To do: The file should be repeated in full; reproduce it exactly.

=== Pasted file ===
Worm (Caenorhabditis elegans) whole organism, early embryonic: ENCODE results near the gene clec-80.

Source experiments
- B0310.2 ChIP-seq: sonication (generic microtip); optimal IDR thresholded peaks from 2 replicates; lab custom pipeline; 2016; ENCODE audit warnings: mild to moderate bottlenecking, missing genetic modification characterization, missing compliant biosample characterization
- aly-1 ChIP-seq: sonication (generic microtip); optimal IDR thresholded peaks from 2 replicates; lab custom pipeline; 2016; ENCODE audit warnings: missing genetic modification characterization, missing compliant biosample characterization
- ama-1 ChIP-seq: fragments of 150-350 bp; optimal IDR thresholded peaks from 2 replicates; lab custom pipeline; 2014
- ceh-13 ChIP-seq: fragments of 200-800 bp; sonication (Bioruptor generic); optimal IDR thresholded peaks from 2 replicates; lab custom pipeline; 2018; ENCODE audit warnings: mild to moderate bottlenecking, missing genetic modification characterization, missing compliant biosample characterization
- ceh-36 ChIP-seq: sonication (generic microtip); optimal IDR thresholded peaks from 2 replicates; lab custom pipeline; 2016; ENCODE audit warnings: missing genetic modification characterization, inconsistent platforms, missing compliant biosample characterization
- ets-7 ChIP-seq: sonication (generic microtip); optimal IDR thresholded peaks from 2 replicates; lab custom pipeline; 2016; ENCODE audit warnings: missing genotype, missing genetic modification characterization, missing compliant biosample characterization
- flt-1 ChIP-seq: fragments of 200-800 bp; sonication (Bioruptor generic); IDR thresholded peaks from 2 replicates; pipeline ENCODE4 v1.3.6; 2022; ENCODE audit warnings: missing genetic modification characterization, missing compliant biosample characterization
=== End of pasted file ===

Worm (Caenorhabditis elegans) whole organism, early embryonic: ENCODE results near the gene clec-80.

Source experiments
- B0310.2 ChIP-seq: sonication (generic microtip); optimal IDR thresholded peaks from 2 replicates; lab custom pipeline; 2016; ENCODE audit warnings: mild to moderate bottlenecking, missing genetic modification characterization, missing compliant biosample characterization
- aly-1 ChIP-seq: sonication (generic microtip); optimal IDR thresholded peaks from 2 replicates; lab custom pipeline; 2016; ENCODE audit warnings: missing genetic modification characterization, missing compliant biosample characterization
- ama-1 ChIP-seq: fragments of 150-350 bp; optimal IDR thresholded peaks from 2 replicates; lab custom pipeline; 2014
- ceh-13 ChIP-seq: fragments of 200-800 bp; sonication (Bioruptor generic); optimal IDR thresholded peaks from 2 replicates; lab custom pipeline; 2018; ENCODE audit warnings: mild to moderate bottlenecking, missing genetic modification characterization, missing compliant biosample characterization
- ceh-36 ChIP-seq: sonication (generic microtip); optimal IDR thresholded peaks from 2 replicates; lab custom pipeline; 2016; ENCODE audit warnings: missing genetic modification characterization, inconsistent platforms, missing compliant biosample characterization
- ets-7 ChIP-seq: sonication (generic microtip); optimal IDR thresholded peaks from 2 replicates; lab custom pipeline; 2016; ENCODE audit warnings: missing genotype, missing genetic modification characterization, missing compliant biosample characterization
- flt-1 ChIP-seq: fragments of 200-800 bp; sonication (Bioruptor generic); IDR thresholded peaks from 2 replicates; pipeline ENCODE4 v1.3.6; 2022; ENCODE audit warnings: missing genetic modification characterization, missing compliant biosample characterization